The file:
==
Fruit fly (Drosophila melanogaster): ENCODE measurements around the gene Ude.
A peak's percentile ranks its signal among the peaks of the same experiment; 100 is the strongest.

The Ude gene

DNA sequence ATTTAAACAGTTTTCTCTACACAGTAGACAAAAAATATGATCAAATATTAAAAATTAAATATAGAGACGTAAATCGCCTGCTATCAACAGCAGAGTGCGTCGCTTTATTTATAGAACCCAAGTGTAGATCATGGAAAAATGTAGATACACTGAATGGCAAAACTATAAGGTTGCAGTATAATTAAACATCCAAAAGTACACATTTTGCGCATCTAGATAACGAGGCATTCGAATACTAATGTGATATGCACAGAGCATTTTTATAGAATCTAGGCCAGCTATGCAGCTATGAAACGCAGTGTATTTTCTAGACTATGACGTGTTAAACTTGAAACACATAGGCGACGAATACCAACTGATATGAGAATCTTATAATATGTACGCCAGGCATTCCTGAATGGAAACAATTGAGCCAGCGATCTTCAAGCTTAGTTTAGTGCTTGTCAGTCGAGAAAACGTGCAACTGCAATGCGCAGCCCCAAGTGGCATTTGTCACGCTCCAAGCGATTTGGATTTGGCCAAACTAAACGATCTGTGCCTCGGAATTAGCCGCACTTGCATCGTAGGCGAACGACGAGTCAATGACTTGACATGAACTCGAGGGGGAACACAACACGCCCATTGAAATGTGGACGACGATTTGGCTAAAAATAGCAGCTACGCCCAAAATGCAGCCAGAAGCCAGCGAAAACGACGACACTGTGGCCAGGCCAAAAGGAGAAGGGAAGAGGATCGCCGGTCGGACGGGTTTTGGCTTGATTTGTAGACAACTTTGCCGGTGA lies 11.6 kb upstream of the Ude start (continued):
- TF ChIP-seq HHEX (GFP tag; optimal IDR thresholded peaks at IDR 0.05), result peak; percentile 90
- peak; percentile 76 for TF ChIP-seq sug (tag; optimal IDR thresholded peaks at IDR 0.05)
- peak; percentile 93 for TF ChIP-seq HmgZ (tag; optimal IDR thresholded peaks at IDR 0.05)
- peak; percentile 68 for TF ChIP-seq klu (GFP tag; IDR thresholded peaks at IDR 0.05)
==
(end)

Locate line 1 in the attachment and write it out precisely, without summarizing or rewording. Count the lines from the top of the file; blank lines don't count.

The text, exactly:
Fruit fly (Drosophila melanogaster): ENCODE measurements around the gene Ude.